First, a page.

ten months. He possesses a passport
signed by plenipotentiaries represent
ing all the allies and their foes, and a
unique part of his recital is that the
Russians ate several of his pet dogs
and that 63 poodles and terriers from
his kennel in Switzerland now are
mascots for- soldiers in the trenches
of Germany, Russia and France.
Dogs Lost With Germans.
In the first declaration of war Mr.
? Ws ln Petrorrad with a troupe
of 60 trained dogs. Officials assured
him that the troubles of Russia and
Germany would be "patched up." and
he departed for his home in Switzer
land, leaving his dogs behind ln
charge of two young Germans. He
then shipped another troupe of dogs
from Switzerland to Helsingfors. Fin
land, via Germany, and before he had
a chance to return to Petrograd all
i.urope was in the uproar of war.
. The Germans he left in Russia'were
seized as prisoners of war and sent to
Siberia, the dogs intended for Finland
were lost on the way in Germany when
their keepers were pressed into
service, and Mr. Nairem found himself
high and dry" in Switzerland - with
only 50 dogs left.
Pots Raten by Russian. He Saya.
-I receive letters from my men occa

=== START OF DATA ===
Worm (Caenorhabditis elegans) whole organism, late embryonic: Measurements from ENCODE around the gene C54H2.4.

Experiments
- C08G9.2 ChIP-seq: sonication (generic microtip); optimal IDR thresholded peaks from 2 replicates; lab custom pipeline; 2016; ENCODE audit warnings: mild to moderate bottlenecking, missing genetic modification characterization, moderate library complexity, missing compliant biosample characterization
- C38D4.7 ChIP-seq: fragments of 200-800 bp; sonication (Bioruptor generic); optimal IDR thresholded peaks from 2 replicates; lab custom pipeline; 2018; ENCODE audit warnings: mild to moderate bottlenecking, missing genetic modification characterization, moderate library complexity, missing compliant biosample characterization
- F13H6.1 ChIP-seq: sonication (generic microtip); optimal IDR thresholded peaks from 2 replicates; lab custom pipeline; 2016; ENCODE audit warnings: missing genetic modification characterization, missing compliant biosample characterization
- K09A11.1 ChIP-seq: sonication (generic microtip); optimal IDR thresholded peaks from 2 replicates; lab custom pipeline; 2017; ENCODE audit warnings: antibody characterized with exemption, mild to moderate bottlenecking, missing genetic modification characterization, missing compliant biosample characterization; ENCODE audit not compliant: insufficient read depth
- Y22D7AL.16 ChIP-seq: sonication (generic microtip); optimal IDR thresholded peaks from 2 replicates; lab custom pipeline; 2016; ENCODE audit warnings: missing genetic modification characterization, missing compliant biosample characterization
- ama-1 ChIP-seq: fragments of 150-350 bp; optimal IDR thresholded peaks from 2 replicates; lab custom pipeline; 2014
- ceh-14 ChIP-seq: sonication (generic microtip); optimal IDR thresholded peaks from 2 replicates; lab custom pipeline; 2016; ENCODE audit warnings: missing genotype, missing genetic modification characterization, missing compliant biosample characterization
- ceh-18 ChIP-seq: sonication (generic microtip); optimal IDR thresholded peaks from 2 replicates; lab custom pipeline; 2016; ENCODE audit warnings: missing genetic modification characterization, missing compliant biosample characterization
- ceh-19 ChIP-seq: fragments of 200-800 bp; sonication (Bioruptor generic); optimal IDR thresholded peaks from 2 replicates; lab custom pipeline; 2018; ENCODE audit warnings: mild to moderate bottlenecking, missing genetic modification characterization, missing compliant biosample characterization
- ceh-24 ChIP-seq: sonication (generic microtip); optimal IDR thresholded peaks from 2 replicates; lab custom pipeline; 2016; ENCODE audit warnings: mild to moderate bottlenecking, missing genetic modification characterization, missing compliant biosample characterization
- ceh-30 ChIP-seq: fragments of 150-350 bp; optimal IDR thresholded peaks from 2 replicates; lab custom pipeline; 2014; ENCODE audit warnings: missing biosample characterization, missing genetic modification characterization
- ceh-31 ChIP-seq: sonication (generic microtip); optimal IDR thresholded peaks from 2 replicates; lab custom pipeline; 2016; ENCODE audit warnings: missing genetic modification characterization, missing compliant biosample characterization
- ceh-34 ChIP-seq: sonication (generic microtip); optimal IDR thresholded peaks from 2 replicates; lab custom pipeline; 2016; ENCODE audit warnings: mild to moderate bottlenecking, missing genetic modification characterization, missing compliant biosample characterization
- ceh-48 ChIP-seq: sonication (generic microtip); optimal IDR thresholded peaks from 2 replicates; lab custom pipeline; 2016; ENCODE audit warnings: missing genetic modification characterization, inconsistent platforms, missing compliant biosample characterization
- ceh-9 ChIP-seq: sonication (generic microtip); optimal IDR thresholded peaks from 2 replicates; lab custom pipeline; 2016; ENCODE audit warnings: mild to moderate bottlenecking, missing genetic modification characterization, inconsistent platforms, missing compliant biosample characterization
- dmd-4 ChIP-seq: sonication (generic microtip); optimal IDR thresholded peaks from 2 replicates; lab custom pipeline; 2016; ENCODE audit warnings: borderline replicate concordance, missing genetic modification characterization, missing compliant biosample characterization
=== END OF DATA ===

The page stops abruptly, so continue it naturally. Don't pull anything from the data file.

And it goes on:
sionally, said Mr. Nairem. "and all are
in good spirits, with the exception of
the two in Siberia. They informed me
that the larger dogs were eaten in the
tlrst Winter campaign, and that my
terriers and poodles are pets in the
trenches of all the nations at war
many having crossed the lines and
others going with captives."
.F" all"cemt,w.ho is at the Orpheum
with his 50 Swiss canine actors ex
presses the opinion that the war will
end soon because of the tremendous
loss of men and the great financial
stress. In the larger cities in the war
zone, he said, the war has had no bad
effect on theaters, and the cost of liv
ing abroad now is only a little above
RUSSIAN JEWS STARVING
VAST, URGENT TASK OK RELIEF
BEGUN IN LONDON.
ltnbbt Hertz Say British Co-Rellgion-Ista
Have Been Lax, and Urge
Sacrifice and Self-Taxatlom.